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Facebook faces ‘record-setting’ fine over privacy violations: Report

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Washington, Jan 19: Facebook is facing a “record-setting” fine from the US Federal Trade Commission (FTC) over its handling of user data and privacy violations.

According to a report in The New York Times citing sources late Friday, the FTC “is in the advanced stages of its investigation into whether Facebook violated privacy rules and is expected to seek large fines from the company”.

The highest financial penalty ever imposed by FTC was $22.5 million on Google in 2012 for privacy violations, and the Facebook fine is “expected to be in the excess of that”, according to The Washington Post.

In April 2018, Facebook CEO Mark Zuckerberg was called to testify before Congress after British political consulting firm Cambridge Analytica gained access to data of nearly 87 million users without permission.

In December, Facebook refuted a New York Times report that claimed it allowed large technology companies and popular apps like Netflix or Spotify access to its users’ personal information.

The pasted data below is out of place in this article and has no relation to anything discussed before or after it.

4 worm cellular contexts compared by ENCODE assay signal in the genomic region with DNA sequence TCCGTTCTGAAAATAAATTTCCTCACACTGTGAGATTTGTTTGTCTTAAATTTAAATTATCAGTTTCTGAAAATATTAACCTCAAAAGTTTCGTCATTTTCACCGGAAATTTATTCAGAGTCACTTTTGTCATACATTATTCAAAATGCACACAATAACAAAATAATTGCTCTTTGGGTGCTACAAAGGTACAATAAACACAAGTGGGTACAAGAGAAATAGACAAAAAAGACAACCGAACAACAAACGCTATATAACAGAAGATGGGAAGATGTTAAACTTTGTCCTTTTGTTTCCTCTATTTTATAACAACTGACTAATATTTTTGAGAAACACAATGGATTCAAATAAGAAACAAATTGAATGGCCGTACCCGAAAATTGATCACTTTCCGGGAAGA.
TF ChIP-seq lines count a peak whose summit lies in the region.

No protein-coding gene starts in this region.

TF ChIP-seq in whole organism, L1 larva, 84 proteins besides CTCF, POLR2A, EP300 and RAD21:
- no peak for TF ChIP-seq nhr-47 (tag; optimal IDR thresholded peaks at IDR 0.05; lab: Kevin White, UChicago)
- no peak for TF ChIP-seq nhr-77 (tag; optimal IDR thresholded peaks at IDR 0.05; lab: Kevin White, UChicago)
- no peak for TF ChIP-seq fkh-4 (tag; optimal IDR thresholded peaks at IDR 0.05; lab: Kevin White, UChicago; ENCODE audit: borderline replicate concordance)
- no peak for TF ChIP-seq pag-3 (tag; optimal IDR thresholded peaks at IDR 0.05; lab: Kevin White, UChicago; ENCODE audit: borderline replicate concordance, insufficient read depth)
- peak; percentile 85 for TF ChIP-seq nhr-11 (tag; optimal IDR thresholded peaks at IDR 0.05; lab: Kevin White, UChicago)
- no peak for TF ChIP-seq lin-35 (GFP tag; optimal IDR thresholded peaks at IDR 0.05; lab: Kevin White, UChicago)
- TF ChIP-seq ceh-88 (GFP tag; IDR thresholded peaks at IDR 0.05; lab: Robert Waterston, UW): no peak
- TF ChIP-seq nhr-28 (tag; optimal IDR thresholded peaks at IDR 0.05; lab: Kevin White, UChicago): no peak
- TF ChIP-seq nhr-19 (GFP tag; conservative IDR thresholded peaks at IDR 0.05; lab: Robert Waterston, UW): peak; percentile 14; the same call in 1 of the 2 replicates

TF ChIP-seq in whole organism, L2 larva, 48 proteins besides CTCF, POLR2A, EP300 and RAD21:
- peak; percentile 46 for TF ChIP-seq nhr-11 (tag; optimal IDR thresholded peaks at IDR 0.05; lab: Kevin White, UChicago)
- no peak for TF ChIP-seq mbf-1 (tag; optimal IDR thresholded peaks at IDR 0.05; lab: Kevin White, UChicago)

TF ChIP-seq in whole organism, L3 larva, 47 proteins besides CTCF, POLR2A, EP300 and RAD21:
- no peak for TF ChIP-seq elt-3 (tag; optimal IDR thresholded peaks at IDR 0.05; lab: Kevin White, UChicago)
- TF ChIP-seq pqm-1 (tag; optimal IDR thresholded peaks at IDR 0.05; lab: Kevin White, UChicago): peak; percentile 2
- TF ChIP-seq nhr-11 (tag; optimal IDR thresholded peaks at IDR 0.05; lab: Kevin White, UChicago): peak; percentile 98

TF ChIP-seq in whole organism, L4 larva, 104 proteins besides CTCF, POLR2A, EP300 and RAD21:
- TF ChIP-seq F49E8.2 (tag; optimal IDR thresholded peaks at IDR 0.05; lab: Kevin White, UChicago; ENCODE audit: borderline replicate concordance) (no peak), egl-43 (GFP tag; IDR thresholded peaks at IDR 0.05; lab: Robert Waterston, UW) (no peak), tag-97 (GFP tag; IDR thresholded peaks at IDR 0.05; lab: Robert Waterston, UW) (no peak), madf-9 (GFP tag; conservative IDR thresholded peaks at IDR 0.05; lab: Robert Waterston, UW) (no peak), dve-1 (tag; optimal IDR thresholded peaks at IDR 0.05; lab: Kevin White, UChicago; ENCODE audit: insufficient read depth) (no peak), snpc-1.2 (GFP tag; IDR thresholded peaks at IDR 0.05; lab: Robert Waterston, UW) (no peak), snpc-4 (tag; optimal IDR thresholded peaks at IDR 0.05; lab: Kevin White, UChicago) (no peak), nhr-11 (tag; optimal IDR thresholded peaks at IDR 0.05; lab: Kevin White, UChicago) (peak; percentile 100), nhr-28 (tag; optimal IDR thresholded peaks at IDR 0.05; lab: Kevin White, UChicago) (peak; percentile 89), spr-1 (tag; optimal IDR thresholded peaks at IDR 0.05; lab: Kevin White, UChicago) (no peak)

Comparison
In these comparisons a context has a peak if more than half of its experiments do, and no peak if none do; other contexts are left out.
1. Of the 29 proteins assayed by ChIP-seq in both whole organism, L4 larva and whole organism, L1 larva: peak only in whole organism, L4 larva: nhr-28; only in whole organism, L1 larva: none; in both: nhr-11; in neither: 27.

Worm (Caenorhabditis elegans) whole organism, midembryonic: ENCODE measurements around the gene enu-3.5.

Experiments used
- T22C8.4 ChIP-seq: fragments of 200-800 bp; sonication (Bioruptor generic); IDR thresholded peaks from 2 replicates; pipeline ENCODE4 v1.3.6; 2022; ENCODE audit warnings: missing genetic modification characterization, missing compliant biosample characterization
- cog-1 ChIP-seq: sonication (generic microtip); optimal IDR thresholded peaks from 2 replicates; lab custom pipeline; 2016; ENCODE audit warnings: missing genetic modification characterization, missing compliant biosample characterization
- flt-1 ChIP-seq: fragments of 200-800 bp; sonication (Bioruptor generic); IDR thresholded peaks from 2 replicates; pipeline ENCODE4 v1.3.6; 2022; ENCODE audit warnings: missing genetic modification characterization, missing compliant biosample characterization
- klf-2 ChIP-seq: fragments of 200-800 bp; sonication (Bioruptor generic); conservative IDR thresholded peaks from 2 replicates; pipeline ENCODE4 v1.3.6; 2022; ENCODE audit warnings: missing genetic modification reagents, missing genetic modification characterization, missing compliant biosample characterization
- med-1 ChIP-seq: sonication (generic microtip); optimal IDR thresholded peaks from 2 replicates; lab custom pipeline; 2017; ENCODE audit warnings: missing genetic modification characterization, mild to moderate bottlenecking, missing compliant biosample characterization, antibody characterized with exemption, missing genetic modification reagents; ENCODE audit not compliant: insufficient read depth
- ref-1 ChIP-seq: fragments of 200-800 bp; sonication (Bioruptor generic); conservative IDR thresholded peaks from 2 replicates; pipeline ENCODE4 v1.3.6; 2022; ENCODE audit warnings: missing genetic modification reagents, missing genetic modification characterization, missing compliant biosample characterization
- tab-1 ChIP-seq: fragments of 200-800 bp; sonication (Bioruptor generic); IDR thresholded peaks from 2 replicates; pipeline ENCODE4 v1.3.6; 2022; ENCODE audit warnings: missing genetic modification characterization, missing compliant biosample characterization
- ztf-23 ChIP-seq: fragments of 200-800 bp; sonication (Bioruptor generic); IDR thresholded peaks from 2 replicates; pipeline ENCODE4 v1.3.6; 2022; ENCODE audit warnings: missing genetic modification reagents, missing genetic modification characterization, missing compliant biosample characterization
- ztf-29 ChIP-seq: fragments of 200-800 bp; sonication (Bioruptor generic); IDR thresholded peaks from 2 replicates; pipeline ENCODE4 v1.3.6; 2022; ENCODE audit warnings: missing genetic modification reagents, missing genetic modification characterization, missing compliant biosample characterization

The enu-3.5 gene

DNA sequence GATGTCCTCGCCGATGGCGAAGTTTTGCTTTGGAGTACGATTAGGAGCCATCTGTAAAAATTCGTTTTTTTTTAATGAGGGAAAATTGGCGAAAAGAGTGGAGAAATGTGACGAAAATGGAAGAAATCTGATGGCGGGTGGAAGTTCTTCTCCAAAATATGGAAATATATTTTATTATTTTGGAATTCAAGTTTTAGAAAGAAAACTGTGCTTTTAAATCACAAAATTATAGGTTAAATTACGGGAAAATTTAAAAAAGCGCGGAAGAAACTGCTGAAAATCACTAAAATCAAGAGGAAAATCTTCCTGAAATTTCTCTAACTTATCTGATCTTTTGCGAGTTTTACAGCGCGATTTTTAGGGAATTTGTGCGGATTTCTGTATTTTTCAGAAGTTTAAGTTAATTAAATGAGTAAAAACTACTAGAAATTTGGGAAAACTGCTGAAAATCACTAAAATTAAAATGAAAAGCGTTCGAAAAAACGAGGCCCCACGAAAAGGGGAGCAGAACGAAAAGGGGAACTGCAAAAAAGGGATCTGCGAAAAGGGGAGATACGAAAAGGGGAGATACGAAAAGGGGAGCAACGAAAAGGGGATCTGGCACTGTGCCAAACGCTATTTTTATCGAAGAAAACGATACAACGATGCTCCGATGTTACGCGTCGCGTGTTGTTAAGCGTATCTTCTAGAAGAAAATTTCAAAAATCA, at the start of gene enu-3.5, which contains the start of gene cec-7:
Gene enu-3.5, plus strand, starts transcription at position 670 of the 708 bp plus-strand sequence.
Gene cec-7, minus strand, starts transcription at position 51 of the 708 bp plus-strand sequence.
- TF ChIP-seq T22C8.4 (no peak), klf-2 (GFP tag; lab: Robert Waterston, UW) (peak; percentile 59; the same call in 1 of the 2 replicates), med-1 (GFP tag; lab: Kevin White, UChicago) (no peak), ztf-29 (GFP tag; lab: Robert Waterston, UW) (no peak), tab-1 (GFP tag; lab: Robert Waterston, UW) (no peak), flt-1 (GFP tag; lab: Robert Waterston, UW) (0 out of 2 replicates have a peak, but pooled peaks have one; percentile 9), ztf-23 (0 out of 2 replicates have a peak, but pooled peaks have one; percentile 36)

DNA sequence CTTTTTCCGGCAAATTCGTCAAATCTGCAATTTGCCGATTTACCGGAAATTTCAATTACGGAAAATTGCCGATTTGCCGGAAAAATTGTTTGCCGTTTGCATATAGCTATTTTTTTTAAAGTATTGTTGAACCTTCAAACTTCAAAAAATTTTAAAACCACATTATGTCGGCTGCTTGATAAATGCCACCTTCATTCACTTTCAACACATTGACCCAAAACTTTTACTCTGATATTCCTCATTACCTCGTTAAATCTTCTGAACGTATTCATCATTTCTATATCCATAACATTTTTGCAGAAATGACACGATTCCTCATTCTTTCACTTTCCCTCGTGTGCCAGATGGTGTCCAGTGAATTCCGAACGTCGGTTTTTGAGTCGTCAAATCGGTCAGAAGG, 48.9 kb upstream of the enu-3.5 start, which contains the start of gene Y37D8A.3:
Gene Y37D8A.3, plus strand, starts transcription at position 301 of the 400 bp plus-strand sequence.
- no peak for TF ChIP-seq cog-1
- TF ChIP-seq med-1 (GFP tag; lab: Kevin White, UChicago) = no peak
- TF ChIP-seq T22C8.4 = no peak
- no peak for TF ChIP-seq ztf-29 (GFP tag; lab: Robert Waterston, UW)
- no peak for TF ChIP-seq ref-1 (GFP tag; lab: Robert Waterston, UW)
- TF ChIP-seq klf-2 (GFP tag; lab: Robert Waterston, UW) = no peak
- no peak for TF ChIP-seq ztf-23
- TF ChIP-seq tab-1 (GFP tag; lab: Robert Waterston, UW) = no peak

Facebook said it did not give large tech companies access to people’s data without their permission as its integration partners “had to get authorisation from people”.

Another New York Times report in late December claimed that thousands of Facebook content moderators rely on inaccurate and disorganised information to determine what content to allow or remove from its platform, accusing the platform of being “ad hoc”, “disorganized”, “secretive”, and doing things “on the cheap”.

Facebook also admitted a security breach in September last year that impacted nearly 50 million users.

The FTC and Facebook are yet to comment on the report.

IANS

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Hyundai bets on diesel models, launches Tucson SUV

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Chennai, July 14 : The second largest car maker in India Hyundai Motor India Ltd while continuing to bet on diesel powered vehicles is also looking at faster demand recovery from tier 2/3 cities, said a senior official on Tuesday.